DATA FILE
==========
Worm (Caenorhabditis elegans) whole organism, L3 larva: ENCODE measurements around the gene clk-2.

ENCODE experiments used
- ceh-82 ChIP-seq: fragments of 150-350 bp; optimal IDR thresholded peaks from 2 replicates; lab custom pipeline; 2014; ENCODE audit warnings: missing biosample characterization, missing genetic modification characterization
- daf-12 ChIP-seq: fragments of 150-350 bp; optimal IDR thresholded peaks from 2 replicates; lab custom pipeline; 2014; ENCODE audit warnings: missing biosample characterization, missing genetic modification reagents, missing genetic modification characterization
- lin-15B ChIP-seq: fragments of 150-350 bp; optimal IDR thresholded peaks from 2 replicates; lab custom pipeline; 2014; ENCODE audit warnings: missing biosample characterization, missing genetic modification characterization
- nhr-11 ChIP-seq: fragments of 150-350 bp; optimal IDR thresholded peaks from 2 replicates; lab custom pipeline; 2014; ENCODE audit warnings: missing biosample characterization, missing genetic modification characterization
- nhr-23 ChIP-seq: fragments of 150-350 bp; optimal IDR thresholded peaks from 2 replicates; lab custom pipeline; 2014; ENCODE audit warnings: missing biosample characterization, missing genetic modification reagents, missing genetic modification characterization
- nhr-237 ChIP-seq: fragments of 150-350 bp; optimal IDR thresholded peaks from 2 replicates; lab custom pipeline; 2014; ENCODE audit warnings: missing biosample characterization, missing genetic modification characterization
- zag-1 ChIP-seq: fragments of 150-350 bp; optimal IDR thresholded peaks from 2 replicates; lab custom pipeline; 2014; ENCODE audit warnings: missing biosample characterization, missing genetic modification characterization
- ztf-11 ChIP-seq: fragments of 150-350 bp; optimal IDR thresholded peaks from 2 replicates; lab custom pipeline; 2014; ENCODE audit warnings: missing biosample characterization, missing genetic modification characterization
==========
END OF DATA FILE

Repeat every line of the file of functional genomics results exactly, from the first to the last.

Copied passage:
Worm (Caenorhabditis elegans) whole organism, L3 larva: ENCODE measurements around the gene clk-2.

ENCODE experiments used
- ceh-82 ChIP-seq: fragments of 150-350 bp; optimal IDR thresholded peaks from 2 replicates; lab custom pipeline; 2014; ENCODE audit warnings: missing biosample characterization, missing genetic modification characterization
- daf-12 ChIP-seq: fragments of 150-350 bp; optimal IDR thresholded peaks from 2 replicates; lab custom pipeline; 2014; ENCODE audit warnings: missing biosample characterization, missing genetic modification reagents, missing genetic modification characterization
- lin-15B ChIP-seq: fragments of 150-350 bp; optimal IDR thresholded peaks from 2 replicates; lab custom pipeline; 2014; ENCODE audit warnings: missing biosample characterization, missing genetic modification characterization
- nhr-11 ChIP-seq: fragments of 150-350 bp; optimal IDR thresholded peaks from 2 replicates; lab custom pipeline; 2014; ENCODE audit warnings: missing biosample characterization, missing genetic modification characterization
- nhr-23 ChIP-seq: fragments of 150-350 bp; optimal IDR thresholded peaks from 2 replicates; lab custom pipeline; 2014; ENCODE audit warnings: missing biosample characterization, missing genetic modification reagents, missing genetic modification characterization
- nhr-237 ChIP-seq: fragments of 150-350 bp; optimal IDR thresholded peaks from 2 replicates; lab custom pipeline; 2014; ENCODE audit warnings: missing biosample characterization, missing genetic modification characterization
- zag-1 ChIP-seq: fragments of 150-350 bp; optimal IDR thresholded peaks from 2 replicates; lab custom pipeline; 2014; ENCODE audit warnings: missing biosample characterization, missing genetic modification characterization
- ztf-11 ChIP-seq: fragments of 150-350 bp; optimal IDR thresholded peaks from 2 replicates; lab custom pipeline; 2014; ENCODE audit warnings: missing biosample characterization, missing genetic modification characterization